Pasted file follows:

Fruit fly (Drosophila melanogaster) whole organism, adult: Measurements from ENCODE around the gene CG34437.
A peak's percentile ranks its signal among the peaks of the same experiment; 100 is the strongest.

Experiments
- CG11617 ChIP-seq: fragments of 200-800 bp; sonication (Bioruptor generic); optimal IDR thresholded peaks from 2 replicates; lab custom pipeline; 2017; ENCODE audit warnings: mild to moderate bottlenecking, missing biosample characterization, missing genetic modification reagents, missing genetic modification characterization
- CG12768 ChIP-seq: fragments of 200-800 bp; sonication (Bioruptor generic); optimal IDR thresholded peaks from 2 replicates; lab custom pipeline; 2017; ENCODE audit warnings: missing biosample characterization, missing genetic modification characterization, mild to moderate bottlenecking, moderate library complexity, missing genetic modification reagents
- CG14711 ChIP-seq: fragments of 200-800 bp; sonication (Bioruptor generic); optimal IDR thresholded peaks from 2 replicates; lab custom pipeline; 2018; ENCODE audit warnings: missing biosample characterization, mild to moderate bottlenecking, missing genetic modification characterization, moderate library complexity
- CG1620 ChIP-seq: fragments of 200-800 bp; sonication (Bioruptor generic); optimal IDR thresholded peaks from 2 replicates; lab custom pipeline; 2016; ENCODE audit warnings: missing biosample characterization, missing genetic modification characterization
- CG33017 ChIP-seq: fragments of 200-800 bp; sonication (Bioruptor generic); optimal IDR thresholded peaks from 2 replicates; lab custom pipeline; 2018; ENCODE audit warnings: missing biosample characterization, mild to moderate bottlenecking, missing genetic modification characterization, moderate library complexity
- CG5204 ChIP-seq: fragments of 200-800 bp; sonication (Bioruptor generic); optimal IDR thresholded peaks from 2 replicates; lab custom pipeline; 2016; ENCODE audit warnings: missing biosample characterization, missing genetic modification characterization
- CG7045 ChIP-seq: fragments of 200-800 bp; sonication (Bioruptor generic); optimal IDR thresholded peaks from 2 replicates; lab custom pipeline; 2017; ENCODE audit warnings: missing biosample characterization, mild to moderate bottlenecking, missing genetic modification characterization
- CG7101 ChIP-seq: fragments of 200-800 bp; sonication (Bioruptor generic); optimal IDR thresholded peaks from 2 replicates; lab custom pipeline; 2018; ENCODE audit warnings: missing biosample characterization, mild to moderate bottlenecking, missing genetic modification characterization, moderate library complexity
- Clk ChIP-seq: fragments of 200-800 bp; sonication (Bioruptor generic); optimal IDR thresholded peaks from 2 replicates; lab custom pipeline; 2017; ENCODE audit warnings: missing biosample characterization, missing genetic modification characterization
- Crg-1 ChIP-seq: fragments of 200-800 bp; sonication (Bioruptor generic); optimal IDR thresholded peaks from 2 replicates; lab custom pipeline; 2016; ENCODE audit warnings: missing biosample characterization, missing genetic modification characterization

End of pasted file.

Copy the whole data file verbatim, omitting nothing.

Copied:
Fruit fly (Drosophila melanogaster) whole organism, adult: Measurements from ENCODE around the gene CG34437.
A peak's percentile ranks its signal among the peaks of the same experiment; 100 is the strongest.

Experiments
- CG11617 ChIP-seq: fragments of 200-800 bp; sonication (Bioruptor generic); optimal IDR thresholded peaks from 2 replicates; lab custom pipeline; 2017; ENCODE audit warnings: mild to moderate bottlenecking, missing biosample characterization, missing genetic modification reagents, missing genetic modification characterization
- CG12768 ChIP-seq: fragments of 200-800 bp; sonication (Bioruptor generic); optimal IDR thresholded peaks from 2 replicates; lab custom pipeline; 2017; ENCODE audit warnings: missing biosample characterization, missing genetic modification characterization, mild to moderate bottlenecking, moderate library complexity, missing genetic modification reagents
- CG14711 ChIP-seq: fragments of 200-800 bp; sonication (Bioruptor generic); optimal IDR thresholded peaks from 2 replicates; lab custom pipeline; 2018; ENCODE audit warnings: missing biosample characterization, mild to moderate bottlenecking, missing genetic modification characterization, moderate library complexity
- CG1620 ChIP-seq: fragments of 200-800 bp; sonication (Bioruptor generic); optimal IDR thresholded peaks from 2 replicates; lab custom pipeline; 2016; ENCODE audit warnings: missing biosample characterization, missing genetic modification characterization
- CG33017 ChIP-seq: fragments of 200-800 bp; sonication (Bioruptor generic); optimal IDR thresholded peaks from 2 replicates; lab custom pipeline; 2018; ENCODE audit warnings: missing biosample characterization, mild to moderate bottlenecking, missing genetic modification characterization, moderate library complexity
- CG5204 ChIP-seq: fragments of 200-800 bp; sonication (Bioruptor generic); optimal IDR thresholded peaks from 2 replicates; lab custom pipeline; 2016; ENCODE audit warnings: missing biosample characterization, missing genetic modification characterization
- CG7045 ChIP-seq: fragments of 200-800 bp; sonication (Bioruptor generic); optimal IDR thresholded peaks from 2 replicates; lab custom pipeline; 2017; ENCODE audit warnings: missing biosample characterization, mild to moderate bottlenecking, missing genetic modification characterization
- CG7101 ChIP-seq: fragments of 200-800 bp; sonication (Bioruptor generic); optimal IDR thresholded peaks from 2 replicates; lab custom pipeline; 2018; ENCODE audit warnings: missing biosample characterization, mild to moderate bottlenecking, missing genetic modification characterization, moderate library complexity
- Clk ChIP-seq: fragments of 200-800 bp; sonication (Bioruptor generic); optimal IDR thresholded peaks from 2 replicates; lab custom pipeline; 2017; ENCODE audit warnings: missing biosample characterization, missing genetic modification characterization
- Crg-1 ChIP-seq: fragments of 200-800 bp; sonication (Bioruptor generic); optimal IDR thresholded peaks from 2 replicates; lab custom pipeline; 2016; ENCODE audit warnings: missing biosample characterization, missing genetic modification characterization